5. I got a P-38 back in 1982 at basic training and I still carry it today. Works great.

    1. Rose, that is pretty cool! You came in right as C rats were headed out! What a time!

  6. I first used one back in 1962 during basic training. I’ve owned a few more over the years but haven’t used one in quite a while. I still have one and I think I’ll probably buy a few more just to keep with the long term items in the supply closet. I never thought much about it but they could probably become a good barter item at some point.

    1. Owl creek:

      I can’t help but think that about P-38’s and cheap lighters.

  7. Thanks Jesse,

    I’m retired now and have been carrying the same P38 since high school. Still works like it did on my first can of C rats as a GI brat.

    Paladin

  8. I have arthritis in both hands, very limited grip.how hard are they to use for someone in my condition ?

    1. Preppermomma. Honestly they take some torque to use. However, if you lever them using archimedes principles they get easier- the hardest twist is the initial one!

    2. Preppernanna:

      I would recommend the P-51. If you look around, you should be able to find a single for sale at many sporting goods stores. Try one and know for sure.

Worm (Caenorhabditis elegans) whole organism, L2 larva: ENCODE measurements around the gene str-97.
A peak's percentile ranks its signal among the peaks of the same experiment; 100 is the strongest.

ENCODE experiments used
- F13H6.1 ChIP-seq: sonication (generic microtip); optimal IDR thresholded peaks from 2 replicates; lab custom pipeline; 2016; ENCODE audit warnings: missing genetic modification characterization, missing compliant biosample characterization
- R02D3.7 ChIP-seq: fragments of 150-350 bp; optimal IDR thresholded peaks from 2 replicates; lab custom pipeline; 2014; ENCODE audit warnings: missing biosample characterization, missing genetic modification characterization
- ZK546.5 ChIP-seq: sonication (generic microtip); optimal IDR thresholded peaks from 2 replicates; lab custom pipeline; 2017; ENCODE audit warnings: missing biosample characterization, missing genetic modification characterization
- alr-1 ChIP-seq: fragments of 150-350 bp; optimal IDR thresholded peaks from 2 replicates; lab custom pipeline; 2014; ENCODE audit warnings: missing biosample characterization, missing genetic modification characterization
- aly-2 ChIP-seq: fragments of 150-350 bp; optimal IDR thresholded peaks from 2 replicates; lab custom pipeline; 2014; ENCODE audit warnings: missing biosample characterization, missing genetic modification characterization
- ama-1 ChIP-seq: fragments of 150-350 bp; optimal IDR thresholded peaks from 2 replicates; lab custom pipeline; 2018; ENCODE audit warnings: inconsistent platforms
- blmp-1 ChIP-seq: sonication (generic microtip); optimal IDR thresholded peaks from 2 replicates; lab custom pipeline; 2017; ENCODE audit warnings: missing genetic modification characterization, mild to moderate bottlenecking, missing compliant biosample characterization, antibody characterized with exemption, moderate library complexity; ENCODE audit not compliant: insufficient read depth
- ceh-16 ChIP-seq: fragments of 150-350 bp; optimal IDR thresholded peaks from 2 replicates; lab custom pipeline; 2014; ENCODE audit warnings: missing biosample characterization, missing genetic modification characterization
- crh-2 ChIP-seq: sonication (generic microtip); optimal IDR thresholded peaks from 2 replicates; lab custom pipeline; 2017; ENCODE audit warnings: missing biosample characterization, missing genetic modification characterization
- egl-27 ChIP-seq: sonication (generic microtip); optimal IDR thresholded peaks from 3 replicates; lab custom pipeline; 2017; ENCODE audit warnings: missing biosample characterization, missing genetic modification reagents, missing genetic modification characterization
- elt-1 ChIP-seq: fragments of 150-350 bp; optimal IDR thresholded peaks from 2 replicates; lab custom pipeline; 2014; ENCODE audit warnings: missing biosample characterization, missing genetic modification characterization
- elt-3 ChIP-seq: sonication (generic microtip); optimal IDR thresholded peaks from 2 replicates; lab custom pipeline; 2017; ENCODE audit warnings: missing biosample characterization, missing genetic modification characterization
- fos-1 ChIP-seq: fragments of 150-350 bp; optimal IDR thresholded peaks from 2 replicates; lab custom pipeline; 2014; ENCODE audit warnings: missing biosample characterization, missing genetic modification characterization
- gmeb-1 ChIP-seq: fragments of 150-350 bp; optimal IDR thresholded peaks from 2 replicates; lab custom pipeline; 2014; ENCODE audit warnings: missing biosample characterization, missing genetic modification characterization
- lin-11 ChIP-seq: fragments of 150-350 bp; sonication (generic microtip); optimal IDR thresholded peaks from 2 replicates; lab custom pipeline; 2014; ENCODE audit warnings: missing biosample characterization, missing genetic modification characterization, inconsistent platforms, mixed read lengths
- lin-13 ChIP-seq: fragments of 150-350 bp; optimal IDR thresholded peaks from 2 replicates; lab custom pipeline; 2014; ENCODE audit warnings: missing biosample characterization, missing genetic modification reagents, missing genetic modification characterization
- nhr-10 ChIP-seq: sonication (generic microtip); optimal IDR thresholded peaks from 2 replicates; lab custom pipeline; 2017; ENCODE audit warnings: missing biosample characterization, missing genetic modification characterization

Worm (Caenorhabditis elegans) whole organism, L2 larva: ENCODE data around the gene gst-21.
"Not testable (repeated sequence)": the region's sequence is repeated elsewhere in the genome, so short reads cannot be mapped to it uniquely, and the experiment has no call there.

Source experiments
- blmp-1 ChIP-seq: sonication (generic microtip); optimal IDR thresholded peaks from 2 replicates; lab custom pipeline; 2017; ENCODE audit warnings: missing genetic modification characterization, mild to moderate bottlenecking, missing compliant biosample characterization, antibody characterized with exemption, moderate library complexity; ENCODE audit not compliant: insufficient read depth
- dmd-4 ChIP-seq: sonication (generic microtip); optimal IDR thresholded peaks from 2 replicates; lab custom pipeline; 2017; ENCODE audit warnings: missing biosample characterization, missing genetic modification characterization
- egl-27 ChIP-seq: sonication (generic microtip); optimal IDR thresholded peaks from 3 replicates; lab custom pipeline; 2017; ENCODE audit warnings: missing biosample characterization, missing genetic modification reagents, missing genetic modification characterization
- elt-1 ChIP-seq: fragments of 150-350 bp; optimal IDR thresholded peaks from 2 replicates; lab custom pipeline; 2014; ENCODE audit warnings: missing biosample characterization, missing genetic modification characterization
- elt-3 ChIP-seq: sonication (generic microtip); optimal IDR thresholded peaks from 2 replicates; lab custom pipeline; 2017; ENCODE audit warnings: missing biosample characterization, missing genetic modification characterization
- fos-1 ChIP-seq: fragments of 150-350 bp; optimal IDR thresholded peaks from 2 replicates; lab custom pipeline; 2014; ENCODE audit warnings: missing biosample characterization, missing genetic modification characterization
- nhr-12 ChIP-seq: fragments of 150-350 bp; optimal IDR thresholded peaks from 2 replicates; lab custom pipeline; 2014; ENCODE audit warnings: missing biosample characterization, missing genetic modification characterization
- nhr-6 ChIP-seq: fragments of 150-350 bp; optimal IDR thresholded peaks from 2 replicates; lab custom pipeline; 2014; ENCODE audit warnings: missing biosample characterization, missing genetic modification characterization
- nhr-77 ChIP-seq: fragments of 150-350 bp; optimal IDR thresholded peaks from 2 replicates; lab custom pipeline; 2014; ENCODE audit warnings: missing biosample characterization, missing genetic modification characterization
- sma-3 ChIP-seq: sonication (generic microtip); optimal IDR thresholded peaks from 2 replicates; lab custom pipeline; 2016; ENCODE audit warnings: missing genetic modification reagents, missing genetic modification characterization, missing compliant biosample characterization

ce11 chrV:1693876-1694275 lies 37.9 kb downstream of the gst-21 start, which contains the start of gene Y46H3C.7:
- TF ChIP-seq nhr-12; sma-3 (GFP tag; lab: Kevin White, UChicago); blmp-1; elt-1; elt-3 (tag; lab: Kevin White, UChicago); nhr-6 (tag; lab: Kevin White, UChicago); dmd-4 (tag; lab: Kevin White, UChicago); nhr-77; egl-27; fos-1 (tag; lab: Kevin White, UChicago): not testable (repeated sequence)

9. My Marine husband used to call it his “John Wayne.” He introduced it to me when we were first married. I used it all the time. After our third move, we lost it and resorted to using other can openers. A couple of years ago, I bought a package of 10 of them. I began to use them, which irritated my granddaughter when she had to use it, but unfortunately, my arthritic fingers can’t manage them anymore. They have been put away in the cupboard waiting for someone else in the family to use them.

    1. To us Marines, almost everything was a “John Wayne” something. JW can openers, JW crackers, etc.

  10. Jesse, excellent review of a great basic tool everyone should own. Here in the Philippines, it is difficult to find many items. We were pleased to see both US Shelby and knockoffs at the Tactical Asia website. We laid in a good supply of P38 and P51 tools. Each mini-person has one included with a few other often needed necessities in an emergency on a short length of pull chain. The chain is clipped inside near the top of the school EDC bags for immediate access. YES, they know how to use them! As you suggest, there will be one in our new project vehicle. The remaining units are on a peg in the supply room. Maria & family was impressed with this simple tool they had not seen before.